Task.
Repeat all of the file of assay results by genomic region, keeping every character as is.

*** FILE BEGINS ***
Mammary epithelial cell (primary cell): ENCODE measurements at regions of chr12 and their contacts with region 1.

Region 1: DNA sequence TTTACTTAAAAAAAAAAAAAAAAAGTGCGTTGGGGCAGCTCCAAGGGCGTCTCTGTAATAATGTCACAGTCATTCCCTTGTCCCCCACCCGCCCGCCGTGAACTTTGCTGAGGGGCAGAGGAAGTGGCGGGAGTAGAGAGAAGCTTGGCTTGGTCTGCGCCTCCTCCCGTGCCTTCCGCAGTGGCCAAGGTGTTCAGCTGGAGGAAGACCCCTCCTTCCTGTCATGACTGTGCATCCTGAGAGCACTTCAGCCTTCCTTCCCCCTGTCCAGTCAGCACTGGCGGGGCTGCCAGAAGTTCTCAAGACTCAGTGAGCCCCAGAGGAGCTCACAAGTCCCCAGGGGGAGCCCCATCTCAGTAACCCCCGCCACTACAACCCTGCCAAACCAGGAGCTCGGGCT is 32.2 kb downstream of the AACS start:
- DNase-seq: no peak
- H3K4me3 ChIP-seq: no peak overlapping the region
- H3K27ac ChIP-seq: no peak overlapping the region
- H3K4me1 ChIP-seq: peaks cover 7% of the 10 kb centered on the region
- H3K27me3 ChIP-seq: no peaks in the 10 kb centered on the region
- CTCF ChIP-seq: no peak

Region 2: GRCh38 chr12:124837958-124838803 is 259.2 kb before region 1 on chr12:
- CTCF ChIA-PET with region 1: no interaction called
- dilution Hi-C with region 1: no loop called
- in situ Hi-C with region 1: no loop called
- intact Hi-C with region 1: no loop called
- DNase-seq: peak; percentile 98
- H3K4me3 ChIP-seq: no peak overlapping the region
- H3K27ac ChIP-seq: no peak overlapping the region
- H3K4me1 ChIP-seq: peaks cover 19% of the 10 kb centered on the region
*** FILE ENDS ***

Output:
Mammary epithelial cell (primary cell): ENCODE measurements at regions of chr12 and their contacts with region 1.

Region 1: DNA sequence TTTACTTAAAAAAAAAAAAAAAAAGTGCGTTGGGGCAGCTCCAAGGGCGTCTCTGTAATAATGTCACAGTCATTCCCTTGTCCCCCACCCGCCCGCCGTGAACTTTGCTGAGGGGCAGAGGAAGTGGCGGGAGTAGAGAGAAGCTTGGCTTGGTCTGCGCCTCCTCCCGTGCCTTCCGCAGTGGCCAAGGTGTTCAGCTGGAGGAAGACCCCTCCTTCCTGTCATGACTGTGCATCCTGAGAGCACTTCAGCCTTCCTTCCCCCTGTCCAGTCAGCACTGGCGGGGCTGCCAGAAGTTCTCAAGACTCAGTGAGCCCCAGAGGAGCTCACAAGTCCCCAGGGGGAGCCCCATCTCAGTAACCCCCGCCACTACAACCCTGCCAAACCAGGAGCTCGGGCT is 32.2 kb downstream of the AACS start:
- DNase-seq: no peak
- H3K4me3 ChIP-seq: no peak overlapping the region
- H3K27ac ChIP-seq: no peak overlapping the region
- H3K4me1 ChIP-seq: peaks cover 7% of the 10 kb centered on the region
- H3K27me3 ChIP-seq: no peaks in the 10 kb centered on the region
- CTCF ChIP-seq: no peak

Region 2: GRCh38 chr12:124837958-124838803 is 259.2 kb before region 1 on chr12:
- CTCF ChIA-PET with region 1: no interaction called
- dilution Hi-C with region 1: no loop called
- in situ Hi-C with region 1: no loop called
- intact Hi-C with region 1: no loop called
- DNase-seq: peak; percentile 98
- H3K4me3 ChIP-seq: no peak overlapping the region
- H3K27ac ChIP-seq: no peak overlapping the region
- H3K4me1 ChIP-seq: peaks cover 19% of the 10 kb centered on the region